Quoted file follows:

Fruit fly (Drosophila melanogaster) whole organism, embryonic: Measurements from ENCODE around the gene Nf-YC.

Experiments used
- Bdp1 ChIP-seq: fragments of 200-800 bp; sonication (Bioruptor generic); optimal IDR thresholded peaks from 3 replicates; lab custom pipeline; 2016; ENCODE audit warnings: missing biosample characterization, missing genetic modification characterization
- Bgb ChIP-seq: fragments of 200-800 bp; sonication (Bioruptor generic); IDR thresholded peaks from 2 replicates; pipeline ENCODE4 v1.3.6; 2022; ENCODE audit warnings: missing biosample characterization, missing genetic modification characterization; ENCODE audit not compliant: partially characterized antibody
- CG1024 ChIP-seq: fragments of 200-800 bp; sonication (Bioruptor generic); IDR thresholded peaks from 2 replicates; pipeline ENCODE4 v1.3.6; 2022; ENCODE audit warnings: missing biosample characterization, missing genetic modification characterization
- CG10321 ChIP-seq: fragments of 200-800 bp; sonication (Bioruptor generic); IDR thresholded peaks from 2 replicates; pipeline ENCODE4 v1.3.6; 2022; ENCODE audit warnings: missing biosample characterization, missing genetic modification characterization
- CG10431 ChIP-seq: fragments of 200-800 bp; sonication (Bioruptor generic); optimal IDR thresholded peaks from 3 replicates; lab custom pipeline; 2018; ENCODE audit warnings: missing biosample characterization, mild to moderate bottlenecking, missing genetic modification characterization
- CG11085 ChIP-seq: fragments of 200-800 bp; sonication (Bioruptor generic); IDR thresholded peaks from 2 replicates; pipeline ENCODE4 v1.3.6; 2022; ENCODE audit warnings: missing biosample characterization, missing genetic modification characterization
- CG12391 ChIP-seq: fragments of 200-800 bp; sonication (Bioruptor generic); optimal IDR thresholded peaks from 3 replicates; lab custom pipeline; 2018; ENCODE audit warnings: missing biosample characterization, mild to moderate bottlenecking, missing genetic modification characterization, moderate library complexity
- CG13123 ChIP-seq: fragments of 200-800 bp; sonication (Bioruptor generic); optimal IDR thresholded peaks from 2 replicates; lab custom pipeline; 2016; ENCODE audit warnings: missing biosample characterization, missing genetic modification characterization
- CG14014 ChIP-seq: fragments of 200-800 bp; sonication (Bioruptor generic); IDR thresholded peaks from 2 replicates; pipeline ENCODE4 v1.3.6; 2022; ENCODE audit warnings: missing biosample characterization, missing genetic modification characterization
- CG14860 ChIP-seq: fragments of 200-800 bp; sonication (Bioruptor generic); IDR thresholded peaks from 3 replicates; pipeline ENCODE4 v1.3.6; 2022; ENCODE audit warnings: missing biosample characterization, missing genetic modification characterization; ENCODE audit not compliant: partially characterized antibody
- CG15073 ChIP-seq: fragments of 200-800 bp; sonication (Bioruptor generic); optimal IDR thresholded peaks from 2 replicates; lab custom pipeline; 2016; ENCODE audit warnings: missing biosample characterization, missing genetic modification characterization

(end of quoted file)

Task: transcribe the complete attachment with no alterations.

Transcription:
Fruit fly (Drosophila melanogaster) whole organism, embryonic: Measurements from ENCODE around the gene Nf-YC.

Experiments used
- Bdp1 ChIP-seq: fragments of 200-800 bp; sonication (Bioruptor generic); optimal IDR thresholded peaks from 3 replicates; lab custom pipeline; 2016; ENCODE audit warnings: missing biosample characterization, missing genetic modification characterization
- Bgb ChIP-seq: fragments of 200-800 bp; sonication (Bioruptor generic); IDR thresholded peaks from 2 replicates; pipeline ENCODE4 v1.3.6; 2022; ENCODE audit warnings: missing biosample characterization, missing genetic modification characterization; ENCODE audit not compliant: partially characterized antibody
- CG1024 ChIP-seq: fragments of 200-800 bp; sonication (Bioruptor generic); IDR thresholded peaks from 2 replicates; pipeline ENCODE4 v1.3.6; 2022; ENCODE audit warnings: missing biosample characterization, missing genetic modification characterization
- CG10321 ChIP-seq: fragments of 200-800 bp; sonication (Bioruptor generic); IDR thresholded peaks from 2 replicates; pipeline ENCODE4 v1.3.6; 2022; ENCODE audit warnings: missing biosample characterization, missing genetic modification characterization
- CG10431 ChIP-seq: fragments of 200-800 bp; sonication (Bioruptor generic); optimal IDR thresholded peaks from 3 replicates; lab custom pipeline; 2018; ENCODE audit warnings: missing biosample characterization, mild to moderate bottlenecking, missing genetic modification characterization
- CG11085 ChIP-seq: fragments of 200-800 bp; sonication (Bioruptor generic); IDR thresholded peaks from 2 replicates; pipeline ENCODE4 v1.3.6; 2022; ENCODE audit warnings: missing biosample characterization, missing genetic modification characterization
- CG12391 ChIP-seq: fragments of 200-800 bp; sonication (Bioruptor generic); optimal IDR thresholded peaks from 3 replicates; lab custom pipeline; 2018; ENCODE audit warnings: missing biosample characterization, mild to moderate bottlenecking, missing genetic modification characterization, moderate library complexity
- CG13123 ChIP-seq: fragments of 200-800 bp; sonication (Bioruptor generic); optimal IDR thresholded peaks from 2 replicates; lab custom pipeline; 2016; ENCODE audit warnings: missing biosample characterization, missing genetic modification characterization
- CG14014 ChIP-seq: fragments of 200-800 bp; sonication (Bioruptor generic); IDR thresholded peaks from 2 replicates; pipeline ENCODE4 v1.3.6; 2022; ENCODE audit warnings: missing biosample characterization, missing genetic modification characterization
- CG14860 ChIP-seq: fragments of 200-800 bp; sonication (Bioruptor generic); IDR thresholded peaks from 3 replicates; pipeline ENCODE4 v1.3.6; 2022; ENCODE audit warnings: missing biosample characterization, missing genetic modification characterization; ENCODE audit not compliant: partially characterized antibody
- CG15073 ChIP-seq: fragments of 200-800 bp; sonication (Bioruptor generic); optimal IDR thresholded peaks from 2 replicates; lab custom pipeline; 2016; ENCODE audit warnings: missing biosample characterization, missing genetic modification characterization